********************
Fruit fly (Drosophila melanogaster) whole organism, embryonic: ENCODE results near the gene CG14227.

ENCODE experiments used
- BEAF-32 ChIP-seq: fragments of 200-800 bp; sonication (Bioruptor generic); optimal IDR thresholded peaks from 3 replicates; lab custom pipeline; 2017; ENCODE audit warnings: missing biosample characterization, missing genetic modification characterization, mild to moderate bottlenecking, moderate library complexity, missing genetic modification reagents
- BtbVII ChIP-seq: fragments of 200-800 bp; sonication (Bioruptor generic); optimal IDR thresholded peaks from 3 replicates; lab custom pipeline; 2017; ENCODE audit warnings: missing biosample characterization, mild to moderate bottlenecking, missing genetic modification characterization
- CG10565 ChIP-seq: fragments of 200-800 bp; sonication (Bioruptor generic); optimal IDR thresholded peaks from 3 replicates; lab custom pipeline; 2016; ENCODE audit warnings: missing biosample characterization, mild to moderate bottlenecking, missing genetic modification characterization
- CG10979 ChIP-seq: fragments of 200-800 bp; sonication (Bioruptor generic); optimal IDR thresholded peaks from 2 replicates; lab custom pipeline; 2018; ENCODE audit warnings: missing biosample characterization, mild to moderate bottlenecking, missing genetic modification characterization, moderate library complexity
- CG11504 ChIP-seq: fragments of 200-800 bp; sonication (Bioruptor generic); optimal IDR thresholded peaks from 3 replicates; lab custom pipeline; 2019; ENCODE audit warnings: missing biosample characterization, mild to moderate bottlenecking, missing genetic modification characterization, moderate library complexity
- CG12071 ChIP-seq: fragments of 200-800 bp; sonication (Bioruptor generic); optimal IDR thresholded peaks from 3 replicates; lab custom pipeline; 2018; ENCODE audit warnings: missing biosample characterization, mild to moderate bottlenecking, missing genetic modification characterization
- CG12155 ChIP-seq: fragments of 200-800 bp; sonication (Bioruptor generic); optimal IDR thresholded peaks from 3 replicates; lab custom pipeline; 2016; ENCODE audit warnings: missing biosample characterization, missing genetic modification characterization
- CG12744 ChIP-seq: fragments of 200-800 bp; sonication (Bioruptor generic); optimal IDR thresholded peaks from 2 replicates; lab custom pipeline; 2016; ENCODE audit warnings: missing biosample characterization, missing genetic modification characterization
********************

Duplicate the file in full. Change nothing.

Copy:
Fruit fly (Drosophila melanogaster) whole organism, embryonic: ENCODE results near the gene CG14227.

ENCODE experiments used
- BEAF-32 ChIP-seq: fragments of 200-800 bp; sonication (Bioruptor generic); optimal IDR thresholded peaks from 3 replicates; lab custom pipeline; 2017; ENCODE audit warnings: missing biosample characterization, missing genetic modification characterization, mild to moderate bottlenecking, moderate library complexity, missing genetic modification reagents
- BtbVII ChIP-seq: fragments of 200-800 bp; sonication (Bioruptor generic); optimal IDR thresholded peaks from 3 replicates; lab custom pipeline; 2017; ENCODE audit warnings: missing biosample characterization, mild to moderate bottlenecking, missing genetic modification characterization
- CG10565 ChIP-seq: fragments of 200-800 bp; sonication (Bioruptor generic); optimal IDR thresholded peaks from 3 replicates; lab custom pipeline; 2016; ENCODE audit warnings: missing biosample characterization, mild to moderate bottlenecking, missing genetic modification characterization
- CG10979 ChIP-seq: fragments of 200-800 bp; sonication (Bioruptor generic); optimal IDR thresholded peaks from 2 replicates; lab custom pipeline; 2018; ENCODE audit warnings: missing biosample characterization, mild to moderate bottlenecking, missing genetic modification characterization, moderate library complexity
- CG11504 ChIP-seq: fragments of 200-800 bp; sonication (Bioruptor generic); optimal IDR thresholded peaks from 3 replicates; lab custom pipeline; 2019; ENCODE audit warnings: missing biosample characterization, mild to moderate bottlenecking, missing genetic modification characterization, moderate library complexity
- CG12071 ChIP-seq: fragments of 200-800 bp; sonication (Bioruptor generic); optimal IDR thresholded peaks from 3 replicates; lab custom pipeline; 2018; ENCODE audit warnings: missing biosample characterization, mild to moderate bottlenecking, missing genetic modification characterization
- CG12155 ChIP-seq: fragments of 200-800 bp; sonication (Bioruptor generic); optimal IDR thresholded peaks from 3 replicates; lab custom pipeline; 2016; ENCODE audit warnings: missing biosample characterization, missing genetic modification characterization
- CG12744 ChIP-seq: fragments of 200-800 bp; sonication (Bioruptor generic); optimal IDR thresholded peaks from 2 replicates; lab custom pipeline; 2016; ENCODE audit warnings: missing biosample characterization, missing genetic modification characterization